Artificial Imitation Simulated Sinew Use On Coiled Baskets

Pine Needle Coiled Baskets by Peg's Basketry Arnoldussen
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When I began coiling pine needles back in 1999, I stitched them with raffia and continued to do so, exclusively, for the first three years. I bought a spool of artificial sinew for a birch bark quill box project I was working on. When that was completed, I still had a lot of sinew left, so decided to try it on a coiling project. Big mistake!

I quickly realized that simulated sinew is much easier to use than raffia--so much so that I haven't touched raffia since. I'm still partial to the look of raffia, but that partiality isn't enough to entice me back to the raffia. Well, maybe someday... well, maybe not.

In working my first imitation sinew basket, I used the sinew without thinning it. On subsequent baskets, I have split it down into fifths, to produce very fine stitches. In every way, I use it just like raffia, including all the various pierced stitches. I have also used it for teneriffe, and have found that it works quite well for that. I have split it into fifths for all aspects of teneriffe work: knotting around the wire, stringing spokes, and the weaving. Sample basket. Splitting it on the spool works fine. It's not necessary to cut a long length and then split it apart.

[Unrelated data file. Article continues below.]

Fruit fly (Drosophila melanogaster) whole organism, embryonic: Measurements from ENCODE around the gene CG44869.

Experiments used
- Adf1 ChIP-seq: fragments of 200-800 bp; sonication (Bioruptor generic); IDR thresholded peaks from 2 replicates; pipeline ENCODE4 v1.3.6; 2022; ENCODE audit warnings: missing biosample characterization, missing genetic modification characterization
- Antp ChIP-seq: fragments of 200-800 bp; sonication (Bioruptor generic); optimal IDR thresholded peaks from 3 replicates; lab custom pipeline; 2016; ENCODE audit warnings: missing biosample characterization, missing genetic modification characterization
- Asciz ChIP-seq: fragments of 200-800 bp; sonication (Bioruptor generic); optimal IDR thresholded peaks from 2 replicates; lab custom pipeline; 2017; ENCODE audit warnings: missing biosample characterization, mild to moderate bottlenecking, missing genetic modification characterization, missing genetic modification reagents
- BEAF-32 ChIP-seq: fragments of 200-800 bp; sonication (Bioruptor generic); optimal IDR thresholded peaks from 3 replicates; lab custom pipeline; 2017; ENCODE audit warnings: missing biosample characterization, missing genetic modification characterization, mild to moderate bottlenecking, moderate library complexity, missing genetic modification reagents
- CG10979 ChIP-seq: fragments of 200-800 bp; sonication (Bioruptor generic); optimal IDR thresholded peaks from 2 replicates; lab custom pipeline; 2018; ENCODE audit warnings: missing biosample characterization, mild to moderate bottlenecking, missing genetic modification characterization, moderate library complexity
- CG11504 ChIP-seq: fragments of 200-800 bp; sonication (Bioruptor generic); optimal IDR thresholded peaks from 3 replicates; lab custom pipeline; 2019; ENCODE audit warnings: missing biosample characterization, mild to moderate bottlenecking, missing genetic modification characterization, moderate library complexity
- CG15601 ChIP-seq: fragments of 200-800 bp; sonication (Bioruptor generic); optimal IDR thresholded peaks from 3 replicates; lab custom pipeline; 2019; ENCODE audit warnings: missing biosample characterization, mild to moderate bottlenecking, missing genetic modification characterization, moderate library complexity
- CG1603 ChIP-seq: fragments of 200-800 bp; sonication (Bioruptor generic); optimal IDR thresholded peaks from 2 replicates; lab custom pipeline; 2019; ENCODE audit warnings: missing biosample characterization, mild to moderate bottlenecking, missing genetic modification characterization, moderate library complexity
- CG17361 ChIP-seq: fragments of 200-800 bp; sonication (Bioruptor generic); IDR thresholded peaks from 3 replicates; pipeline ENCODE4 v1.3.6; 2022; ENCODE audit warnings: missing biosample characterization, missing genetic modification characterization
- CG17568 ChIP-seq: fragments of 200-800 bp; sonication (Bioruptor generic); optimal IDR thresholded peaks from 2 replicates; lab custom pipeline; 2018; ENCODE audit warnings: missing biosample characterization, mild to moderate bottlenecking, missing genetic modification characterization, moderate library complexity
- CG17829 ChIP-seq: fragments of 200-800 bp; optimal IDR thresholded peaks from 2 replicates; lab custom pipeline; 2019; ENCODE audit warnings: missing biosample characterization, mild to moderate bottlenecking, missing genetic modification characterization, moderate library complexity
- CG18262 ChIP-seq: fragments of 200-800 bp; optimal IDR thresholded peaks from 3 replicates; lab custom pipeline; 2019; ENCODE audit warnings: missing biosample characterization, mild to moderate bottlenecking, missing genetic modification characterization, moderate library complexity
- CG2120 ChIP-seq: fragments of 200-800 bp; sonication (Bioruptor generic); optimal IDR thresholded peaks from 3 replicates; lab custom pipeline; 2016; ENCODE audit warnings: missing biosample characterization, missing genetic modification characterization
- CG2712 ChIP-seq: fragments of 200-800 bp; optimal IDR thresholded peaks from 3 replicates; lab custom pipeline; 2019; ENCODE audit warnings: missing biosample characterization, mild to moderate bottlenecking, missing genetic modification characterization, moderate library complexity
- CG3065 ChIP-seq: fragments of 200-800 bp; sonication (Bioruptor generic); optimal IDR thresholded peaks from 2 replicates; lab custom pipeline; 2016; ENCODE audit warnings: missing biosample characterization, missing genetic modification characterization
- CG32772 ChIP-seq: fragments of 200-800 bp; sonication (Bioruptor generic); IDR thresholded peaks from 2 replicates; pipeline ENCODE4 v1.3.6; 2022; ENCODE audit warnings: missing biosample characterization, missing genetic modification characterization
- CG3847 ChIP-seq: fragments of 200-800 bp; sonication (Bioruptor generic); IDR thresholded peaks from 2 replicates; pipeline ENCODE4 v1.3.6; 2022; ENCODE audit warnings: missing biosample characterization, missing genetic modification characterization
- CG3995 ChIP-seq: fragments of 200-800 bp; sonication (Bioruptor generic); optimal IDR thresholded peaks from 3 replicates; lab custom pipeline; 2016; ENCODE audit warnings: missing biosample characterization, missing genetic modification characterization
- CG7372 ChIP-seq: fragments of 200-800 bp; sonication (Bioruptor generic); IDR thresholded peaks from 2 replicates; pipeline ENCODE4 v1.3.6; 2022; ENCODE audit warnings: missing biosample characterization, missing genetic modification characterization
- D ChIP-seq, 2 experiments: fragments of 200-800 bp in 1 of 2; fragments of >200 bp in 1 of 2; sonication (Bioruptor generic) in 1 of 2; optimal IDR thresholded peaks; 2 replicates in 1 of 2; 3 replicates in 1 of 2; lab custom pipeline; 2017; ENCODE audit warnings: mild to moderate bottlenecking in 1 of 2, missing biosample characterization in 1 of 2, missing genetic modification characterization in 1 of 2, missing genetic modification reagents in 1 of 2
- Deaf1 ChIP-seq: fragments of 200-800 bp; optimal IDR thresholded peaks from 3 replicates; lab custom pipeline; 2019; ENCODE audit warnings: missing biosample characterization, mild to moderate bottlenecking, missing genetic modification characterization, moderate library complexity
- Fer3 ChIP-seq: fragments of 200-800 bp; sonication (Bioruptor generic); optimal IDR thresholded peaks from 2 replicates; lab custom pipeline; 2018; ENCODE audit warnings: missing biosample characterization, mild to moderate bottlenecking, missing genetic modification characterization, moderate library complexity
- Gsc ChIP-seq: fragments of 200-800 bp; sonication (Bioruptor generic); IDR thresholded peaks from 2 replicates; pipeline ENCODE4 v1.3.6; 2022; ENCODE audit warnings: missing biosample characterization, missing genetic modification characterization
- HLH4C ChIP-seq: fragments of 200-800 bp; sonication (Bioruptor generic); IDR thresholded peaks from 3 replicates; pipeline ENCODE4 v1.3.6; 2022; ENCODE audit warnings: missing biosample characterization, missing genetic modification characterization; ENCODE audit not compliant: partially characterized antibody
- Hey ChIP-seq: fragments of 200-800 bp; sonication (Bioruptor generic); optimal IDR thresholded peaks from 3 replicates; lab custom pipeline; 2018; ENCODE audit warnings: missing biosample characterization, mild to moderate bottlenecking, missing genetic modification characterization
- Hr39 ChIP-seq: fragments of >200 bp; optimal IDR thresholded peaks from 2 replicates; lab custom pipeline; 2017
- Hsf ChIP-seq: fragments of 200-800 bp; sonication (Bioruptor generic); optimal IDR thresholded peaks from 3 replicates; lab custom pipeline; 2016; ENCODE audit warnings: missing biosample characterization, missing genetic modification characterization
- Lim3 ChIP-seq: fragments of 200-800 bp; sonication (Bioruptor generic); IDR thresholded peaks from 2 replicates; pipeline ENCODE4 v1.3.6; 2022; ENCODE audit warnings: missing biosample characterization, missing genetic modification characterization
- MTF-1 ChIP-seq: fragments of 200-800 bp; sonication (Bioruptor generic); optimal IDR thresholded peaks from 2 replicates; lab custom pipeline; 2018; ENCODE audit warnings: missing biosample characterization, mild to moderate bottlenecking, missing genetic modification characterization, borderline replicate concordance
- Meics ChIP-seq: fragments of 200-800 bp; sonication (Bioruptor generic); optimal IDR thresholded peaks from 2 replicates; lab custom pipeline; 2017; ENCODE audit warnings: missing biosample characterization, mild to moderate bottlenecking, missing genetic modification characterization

Simulated sinew is rather sticky, which can be annoying at times; it is, after all, waxed nylon. The advantages more than compensate for the annoyance. One can work forever with a single strand, as it can be cut to very long lengths, eliminating frequent add-ins. It never breaks when pulling a snug stitch, or piercing a previously worked stitch. It will occasionally pill a bit; snip the pill off (don't cut the strand, though).


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